The final bow of the cast of A Midsummer Night's Dream

And last, I must take happy note
that Math class is of dreamlike fun to take.
We lounge and work out logic puzzle math
and learn a lot while having lots of fun.
I'm sad that it's now over - far too short
I'd gladly take another week of math!

- originally written August 1
*July 18, but I got the paper back July 29
**July 13 - I thought a different pub night (actually July 20 or so) was this night

Saturday, July 16, 2011

Events Up Till the Harry Potter Film

Where else could anybody choose to be
when Deathly Hallows' second part came out
than in the country where the films were filmed?
Too late, I chose to buy my midnight show,
and found the closest theatre was booked.
It's not apocalypse, I told myself
if I don't see it right when it premieres.
But then Diana told me of the Vue
where I could walk and find a ticket still!
I did just that; it was a little far,
but still I'd watch at midnight with the world!

Before the show, we played a Potter quiz
in teams of six. When I first heard,
I asked all those I knew could win the game,
but all of them refused. So I was hurt,
and steeled myself to play a one-man game.
But then I walked by Art, and I was struck
with sudden hope that I might find a team;
indeed I did. My spirits raised, I vowed
to win like I had never won before,
for even North's Mind Madness failed my dreams.
So we began; the questions were not hard
and we got most of them. Thus at the half
we found that we were very near the top.
Surprise! The quiz's second half displayed
a set of Muggle questions, test our wit,
so we did rather well on these, for I recalled
the good old days in school while playing these.
In flourish, we stampeded to the top
by virtue of our mighty range of facts
both magical and Muggle in their scope!
And so we won the prize - assorted sweets
from Honeydukes itself! And we rejoiced.

 Quizengamot - Keith, Alexa, Tessa, Sally, Katie, Emily

 Expembriarmus - the winners!

 The assorted Honeydukes sweets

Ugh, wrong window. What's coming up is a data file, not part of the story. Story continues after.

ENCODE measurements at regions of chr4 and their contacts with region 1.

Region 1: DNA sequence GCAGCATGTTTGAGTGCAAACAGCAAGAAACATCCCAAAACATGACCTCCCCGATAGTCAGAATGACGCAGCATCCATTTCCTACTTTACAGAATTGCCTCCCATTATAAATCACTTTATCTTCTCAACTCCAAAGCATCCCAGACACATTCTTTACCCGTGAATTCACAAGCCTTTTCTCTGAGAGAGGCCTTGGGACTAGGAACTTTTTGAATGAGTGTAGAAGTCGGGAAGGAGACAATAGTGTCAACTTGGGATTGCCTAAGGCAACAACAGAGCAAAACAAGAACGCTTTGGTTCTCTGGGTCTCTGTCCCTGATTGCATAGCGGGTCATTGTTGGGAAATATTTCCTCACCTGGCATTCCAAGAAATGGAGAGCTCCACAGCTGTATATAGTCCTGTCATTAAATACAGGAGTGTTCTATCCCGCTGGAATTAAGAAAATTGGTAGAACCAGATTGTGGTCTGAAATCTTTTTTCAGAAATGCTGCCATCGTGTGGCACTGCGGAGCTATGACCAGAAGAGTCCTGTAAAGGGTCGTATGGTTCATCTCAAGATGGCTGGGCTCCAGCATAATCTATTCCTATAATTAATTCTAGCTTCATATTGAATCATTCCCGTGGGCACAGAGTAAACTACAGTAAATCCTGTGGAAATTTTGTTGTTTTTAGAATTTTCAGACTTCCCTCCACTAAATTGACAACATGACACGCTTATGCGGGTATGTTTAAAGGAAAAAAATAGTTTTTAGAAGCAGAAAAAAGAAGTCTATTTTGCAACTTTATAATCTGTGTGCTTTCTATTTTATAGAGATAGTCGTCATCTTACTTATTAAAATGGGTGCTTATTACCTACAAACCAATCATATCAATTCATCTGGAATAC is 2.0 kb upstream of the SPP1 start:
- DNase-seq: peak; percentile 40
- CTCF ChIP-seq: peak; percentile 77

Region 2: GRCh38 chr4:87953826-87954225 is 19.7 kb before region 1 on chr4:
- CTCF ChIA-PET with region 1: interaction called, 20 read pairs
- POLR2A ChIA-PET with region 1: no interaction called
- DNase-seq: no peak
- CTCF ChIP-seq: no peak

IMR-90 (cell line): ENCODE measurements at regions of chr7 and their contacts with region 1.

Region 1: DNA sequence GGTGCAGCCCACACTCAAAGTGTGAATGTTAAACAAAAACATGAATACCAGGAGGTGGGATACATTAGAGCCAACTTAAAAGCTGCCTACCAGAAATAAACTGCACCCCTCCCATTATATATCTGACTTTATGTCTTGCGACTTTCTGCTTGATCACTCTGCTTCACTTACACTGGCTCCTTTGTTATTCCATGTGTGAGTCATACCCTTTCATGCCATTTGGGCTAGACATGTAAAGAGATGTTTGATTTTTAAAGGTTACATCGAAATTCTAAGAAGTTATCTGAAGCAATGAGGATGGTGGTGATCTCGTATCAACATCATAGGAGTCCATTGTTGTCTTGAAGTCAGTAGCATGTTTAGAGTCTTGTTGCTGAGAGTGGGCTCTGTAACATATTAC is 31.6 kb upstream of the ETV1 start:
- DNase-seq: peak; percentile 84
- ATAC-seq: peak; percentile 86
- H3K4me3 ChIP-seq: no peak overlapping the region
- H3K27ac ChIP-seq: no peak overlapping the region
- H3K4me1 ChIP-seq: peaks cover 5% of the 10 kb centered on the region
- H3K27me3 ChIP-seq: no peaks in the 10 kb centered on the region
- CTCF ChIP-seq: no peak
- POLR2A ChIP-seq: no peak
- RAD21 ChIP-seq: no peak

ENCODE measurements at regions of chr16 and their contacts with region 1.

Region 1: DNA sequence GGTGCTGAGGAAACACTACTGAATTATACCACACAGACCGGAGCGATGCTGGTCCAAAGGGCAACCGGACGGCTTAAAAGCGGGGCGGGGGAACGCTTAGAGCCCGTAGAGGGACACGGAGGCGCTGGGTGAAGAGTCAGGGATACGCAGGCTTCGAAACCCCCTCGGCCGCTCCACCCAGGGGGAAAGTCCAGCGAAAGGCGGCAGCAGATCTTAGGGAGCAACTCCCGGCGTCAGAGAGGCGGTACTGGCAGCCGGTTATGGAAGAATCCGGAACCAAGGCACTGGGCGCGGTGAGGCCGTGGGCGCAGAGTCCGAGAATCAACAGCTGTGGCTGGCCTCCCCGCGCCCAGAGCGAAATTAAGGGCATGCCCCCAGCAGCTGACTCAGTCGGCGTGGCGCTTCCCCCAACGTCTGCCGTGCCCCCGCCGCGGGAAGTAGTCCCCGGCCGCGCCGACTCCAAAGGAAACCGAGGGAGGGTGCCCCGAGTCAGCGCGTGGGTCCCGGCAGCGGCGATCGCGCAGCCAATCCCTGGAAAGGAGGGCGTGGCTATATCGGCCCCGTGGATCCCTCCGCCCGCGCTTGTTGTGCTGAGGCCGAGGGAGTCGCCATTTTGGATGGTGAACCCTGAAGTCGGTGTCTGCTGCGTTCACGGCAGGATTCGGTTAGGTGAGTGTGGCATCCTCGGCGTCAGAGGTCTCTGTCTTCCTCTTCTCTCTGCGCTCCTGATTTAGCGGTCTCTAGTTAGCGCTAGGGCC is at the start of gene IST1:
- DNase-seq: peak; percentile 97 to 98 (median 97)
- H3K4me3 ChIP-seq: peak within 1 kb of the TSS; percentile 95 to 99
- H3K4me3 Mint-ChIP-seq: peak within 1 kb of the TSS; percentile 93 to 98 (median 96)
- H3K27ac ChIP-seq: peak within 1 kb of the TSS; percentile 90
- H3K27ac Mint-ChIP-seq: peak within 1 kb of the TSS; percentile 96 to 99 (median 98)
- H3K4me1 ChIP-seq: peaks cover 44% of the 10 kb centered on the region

The Prize. But glory was enough.

They played Part 1 of Harry's seventh film
but I left prematurely, for I felt
a need to drop back home and to unload
so I could walk unhindered to the Vue.
And at the show I met my fellow fans,
and we all grinned in glad anticipation.
And that was how I watched the final film,
the film that marked our childhood era's end.
For we - the young adults - alone can claim
to call ourselves by this so honored name:
We are the Harry Potter Generation.
And not again will I feel such a loss.

- originally written August 1

Sunday, July 10, 2011

The City and the Endless Journey South

Day 3: A trip into the city in the sun!
I woke at 10, so I missed breakfast-time.
I showered, dressed, and headed for the town
so I could get some lunch and make it back
to climb to Arthur's Seat with PKP.
But I met Brian and some other folks
who also wanted lunch. I followed them.
I had a dosa, crisp and warm and good,
and rasam. Joy, to eat a meal again!


 The Royal Mile

 A street performer on the Royal Mile

 I don't know what this is, but it looks great

A bagpiper

Then four of us set out to see the town
and we walked up to Edinburgh Castle.
We saw the Crown, the Sceptre, and the Sword
that Scotland holds so dear as sacred jewels.
We saw the tribute to the soldiers in the War
to End All Wars, who fell while serving there.
We saw much more, too much to really tell.
I had to try some whisky from this land
For Scotch is famous all around the world.
But as I tried to buy, alarms went off
and I was left without this little drink.

 Edinburgh Castle

 War Memorial

 Crowned King

 Decorative Arms

 The castle from the back

The castle's view of Edinburgh

Just two of us left now, and it rained hard
and we were hungry. So we went inside
the Elephant House Cafe - the very same
where Rowling wrote the start of Harry's life.
I had some rather tasty nachos there.
And we cabbed back, where I ran into Shawn
so we set out again to find a book
for him to read while riding back next day.
He also ate a pizza, and we talked
and when we traveled back, we then met Josh
so we went off to find some Chinese food
and I had soup. It was quite hot, but hot
to touch and sip. For spicy it was not.
And that is how my Scotland venture went.

 Birthplace of Harry Potter

Another bagpiper

Next day, Day 4, we rode back in our coach.
We stopped in Richmond, famous by itself
but we were hungry. I had fish and chips
which were quite good, if rather overpriced.
I also had an ice cream. It was good.
And that was it. We slept the travel home.

- originally written July 20